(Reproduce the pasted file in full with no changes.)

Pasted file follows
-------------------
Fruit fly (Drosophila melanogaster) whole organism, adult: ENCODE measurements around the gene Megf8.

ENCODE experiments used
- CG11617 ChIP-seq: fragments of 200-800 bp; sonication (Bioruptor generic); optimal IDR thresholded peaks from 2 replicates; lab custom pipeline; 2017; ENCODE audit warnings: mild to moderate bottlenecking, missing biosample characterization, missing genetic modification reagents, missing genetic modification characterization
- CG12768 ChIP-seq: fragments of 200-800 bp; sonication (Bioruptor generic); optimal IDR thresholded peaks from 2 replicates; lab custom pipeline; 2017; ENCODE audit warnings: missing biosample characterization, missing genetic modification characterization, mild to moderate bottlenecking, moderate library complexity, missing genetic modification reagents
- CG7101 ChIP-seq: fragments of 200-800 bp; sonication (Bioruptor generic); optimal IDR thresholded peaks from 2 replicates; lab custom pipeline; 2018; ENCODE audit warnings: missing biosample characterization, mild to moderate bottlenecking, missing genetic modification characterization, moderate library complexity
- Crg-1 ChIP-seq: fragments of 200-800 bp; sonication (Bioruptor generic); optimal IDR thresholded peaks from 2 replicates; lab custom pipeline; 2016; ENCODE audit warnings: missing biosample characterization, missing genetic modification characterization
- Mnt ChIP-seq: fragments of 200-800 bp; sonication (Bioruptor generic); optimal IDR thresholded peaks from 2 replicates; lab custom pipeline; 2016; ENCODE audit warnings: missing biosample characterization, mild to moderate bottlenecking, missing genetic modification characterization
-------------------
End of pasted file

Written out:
Fruit fly (Drosophila melanogaster) whole organism, adult: ENCODE measurements around the gene Megf8.

ENCODE experiments used
- CG11617 ChIP-seq: fragments of 200-800 bp; sonication (Bioruptor generic); optimal IDR thresholded peaks from 2 replicates; lab custom pipeline; 2017; ENCODE audit warnings: mild to moderate bottlenecking, missing biosample characterization, missing genetic modification reagents, missing genetic modification characterization
- CG12768 ChIP-seq: fragments of 200-800 bp; sonication (Bioruptor generic); optimal IDR thresholded peaks from 2 replicates; lab custom pipeline; 2017; ENCODE audit warnings: missing biosample characterization, missing genetic modification characterization, mild to moderate bottlenecking, moderate library complexity, missing genetic modification reagents
- CG7101 ChIP-seq: fragments of 200-800 bp; sonication (Bioruptor generic); optimal IDR thresholded peaks from 2 replicates; lab custom pipeline; 2018; ENCODE audit warnings: missing biosample characterization, mild to moderate bottlenecking, missing genetic modification characterization, moderate library complexity
- Crg-1 ChIP-seq: fragments of 200-800 bp; sonication (Bioruptor generic); optimal IDR thresholded peaks from 2 replicates; lab custom pipeline; 2016; ENCODE audit warnings: missing biosample characterization, missing genetic modification characterization
- Mnt ChIP-seq: fragments of 200-800 bp; sonication (Bioruptor generic); optimal IDR thresholded peaks from 2 replicates; lab custom pipeline; 2016; ENCODE audit warnings: missing biosample characterization, mild to moderate bottlenecking, missing genetic modification characterization